According to W-JCC documents, Mary Whaley left the school and its endowment to the College of William and Mary to continue using it for educating needy children. Before the location on Scotland Street opened in 1931, it was in a building where the Governor’s Palace is now in Colonial Williamsburg.
Three elementary schools are named for prominent African-Americans: Clara Byrd Baker, D.J. Montague and J. Blaine Blayton.
Born in 1886, Clara Byrd Baker spent her life teaching children and fighting for racial and gender equality in Williamsburg. In 1989, her legacy was formally recognized by W-JCC schools when they named a new elementary school in her honor.
An African-American teacher, Baker’s first assignment was in a one-room James City County schoolhouse in 1902, according to the Dictionary of Virginia Biography, which details the lives of some prominent Virginians.
With the passage of the 19th Amendment in 1920, Baker is said to be one of the first women to vote in Williamsburg. She was a prominent member in many community organizations and promoted interracial cooperation and women’s rights.
D.J. Montague Elementary School also opened in 1989, bearing the name of a former principal in W-JCC schools. Montague presided over W-JCC’s black high schools — Bruton Heights and, after it opened, Berkeley High School — until 1966.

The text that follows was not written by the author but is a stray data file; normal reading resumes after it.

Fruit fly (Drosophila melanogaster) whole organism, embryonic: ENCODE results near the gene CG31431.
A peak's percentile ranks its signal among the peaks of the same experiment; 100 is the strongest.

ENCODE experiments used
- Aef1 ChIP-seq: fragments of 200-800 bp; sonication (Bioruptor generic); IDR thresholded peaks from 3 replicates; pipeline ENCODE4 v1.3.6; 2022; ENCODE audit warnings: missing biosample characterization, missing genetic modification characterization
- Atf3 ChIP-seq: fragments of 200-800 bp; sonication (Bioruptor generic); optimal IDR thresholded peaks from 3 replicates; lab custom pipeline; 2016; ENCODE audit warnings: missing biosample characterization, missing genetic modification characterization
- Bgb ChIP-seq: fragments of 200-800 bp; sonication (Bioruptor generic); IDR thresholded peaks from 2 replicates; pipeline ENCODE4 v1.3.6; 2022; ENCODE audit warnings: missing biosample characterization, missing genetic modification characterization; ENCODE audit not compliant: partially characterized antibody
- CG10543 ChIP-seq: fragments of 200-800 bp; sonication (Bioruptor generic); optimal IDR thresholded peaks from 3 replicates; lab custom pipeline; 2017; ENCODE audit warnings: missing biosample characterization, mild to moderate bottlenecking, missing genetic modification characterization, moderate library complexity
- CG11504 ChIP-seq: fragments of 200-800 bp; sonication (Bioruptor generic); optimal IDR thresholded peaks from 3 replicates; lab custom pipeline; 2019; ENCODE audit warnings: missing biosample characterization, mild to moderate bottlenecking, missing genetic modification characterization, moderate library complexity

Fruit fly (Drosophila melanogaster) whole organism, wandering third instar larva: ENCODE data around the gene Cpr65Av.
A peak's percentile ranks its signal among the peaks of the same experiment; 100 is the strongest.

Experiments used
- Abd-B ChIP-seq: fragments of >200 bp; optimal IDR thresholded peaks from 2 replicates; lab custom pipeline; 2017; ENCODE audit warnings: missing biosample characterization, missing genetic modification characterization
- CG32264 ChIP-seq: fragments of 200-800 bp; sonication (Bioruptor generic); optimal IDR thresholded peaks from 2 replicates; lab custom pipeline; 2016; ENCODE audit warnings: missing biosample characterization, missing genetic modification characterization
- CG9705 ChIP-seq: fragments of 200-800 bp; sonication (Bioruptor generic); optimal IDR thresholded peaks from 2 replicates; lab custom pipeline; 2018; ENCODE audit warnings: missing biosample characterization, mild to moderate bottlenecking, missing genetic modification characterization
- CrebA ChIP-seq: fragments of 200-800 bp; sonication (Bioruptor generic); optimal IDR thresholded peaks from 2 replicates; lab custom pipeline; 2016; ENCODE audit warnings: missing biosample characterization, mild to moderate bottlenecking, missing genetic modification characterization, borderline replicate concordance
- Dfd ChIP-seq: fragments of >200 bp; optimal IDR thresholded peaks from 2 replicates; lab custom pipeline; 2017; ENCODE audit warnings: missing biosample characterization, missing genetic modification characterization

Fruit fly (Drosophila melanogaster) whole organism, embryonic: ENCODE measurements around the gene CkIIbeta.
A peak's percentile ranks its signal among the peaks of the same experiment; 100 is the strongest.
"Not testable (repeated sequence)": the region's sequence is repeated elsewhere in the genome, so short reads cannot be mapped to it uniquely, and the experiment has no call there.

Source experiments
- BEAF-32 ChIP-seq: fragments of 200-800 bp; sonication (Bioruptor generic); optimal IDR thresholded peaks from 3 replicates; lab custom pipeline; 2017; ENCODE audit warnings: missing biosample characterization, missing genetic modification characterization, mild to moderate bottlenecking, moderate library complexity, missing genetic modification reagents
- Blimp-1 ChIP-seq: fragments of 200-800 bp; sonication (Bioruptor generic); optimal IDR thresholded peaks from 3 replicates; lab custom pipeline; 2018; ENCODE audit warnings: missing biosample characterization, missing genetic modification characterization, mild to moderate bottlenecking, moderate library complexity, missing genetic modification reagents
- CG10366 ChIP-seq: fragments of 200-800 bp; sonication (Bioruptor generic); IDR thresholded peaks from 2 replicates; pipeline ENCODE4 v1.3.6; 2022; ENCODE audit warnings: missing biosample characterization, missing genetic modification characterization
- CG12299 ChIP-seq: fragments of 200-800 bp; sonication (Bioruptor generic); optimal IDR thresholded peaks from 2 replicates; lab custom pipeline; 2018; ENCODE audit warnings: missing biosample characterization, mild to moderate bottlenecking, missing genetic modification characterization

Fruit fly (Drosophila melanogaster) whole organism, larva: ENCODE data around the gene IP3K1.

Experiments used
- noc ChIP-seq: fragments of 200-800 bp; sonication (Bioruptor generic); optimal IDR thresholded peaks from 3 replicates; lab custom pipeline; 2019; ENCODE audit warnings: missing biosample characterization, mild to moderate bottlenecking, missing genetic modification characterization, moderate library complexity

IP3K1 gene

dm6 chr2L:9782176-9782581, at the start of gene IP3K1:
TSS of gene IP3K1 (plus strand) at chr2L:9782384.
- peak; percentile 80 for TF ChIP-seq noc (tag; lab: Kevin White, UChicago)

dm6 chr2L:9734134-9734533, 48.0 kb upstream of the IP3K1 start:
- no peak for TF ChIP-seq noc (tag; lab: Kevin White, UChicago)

After taking a break from the division, Montague returned as the director of placement and employee and community relations from 1973 until he retired in 1975.
J. Blaine Blayton opened his medical practice in Williamsburg in 1931 and settled to the south, in the Grove community with his family, according to w-jcc records. He opened a maternity hospital and another 14-bed hospital for African-Americans in the area, before helping open the first integrated one in 1961.
Blayton’s son, Oscar, was the first black person to attend William and Mary, enrolling as an undergrad in 1963, according to W-JCC records. W-JCC opened the school in his name in 2010.
Four years after the college, W-JCC took on integration when it opened the Norge School in 1967 where white and black enrollment was roughly even, according to W-JCC records. Because of the success at Norge, which served grades 1-6 at the time, the rest of the division officially integrated in 1969, according to W-JCC records.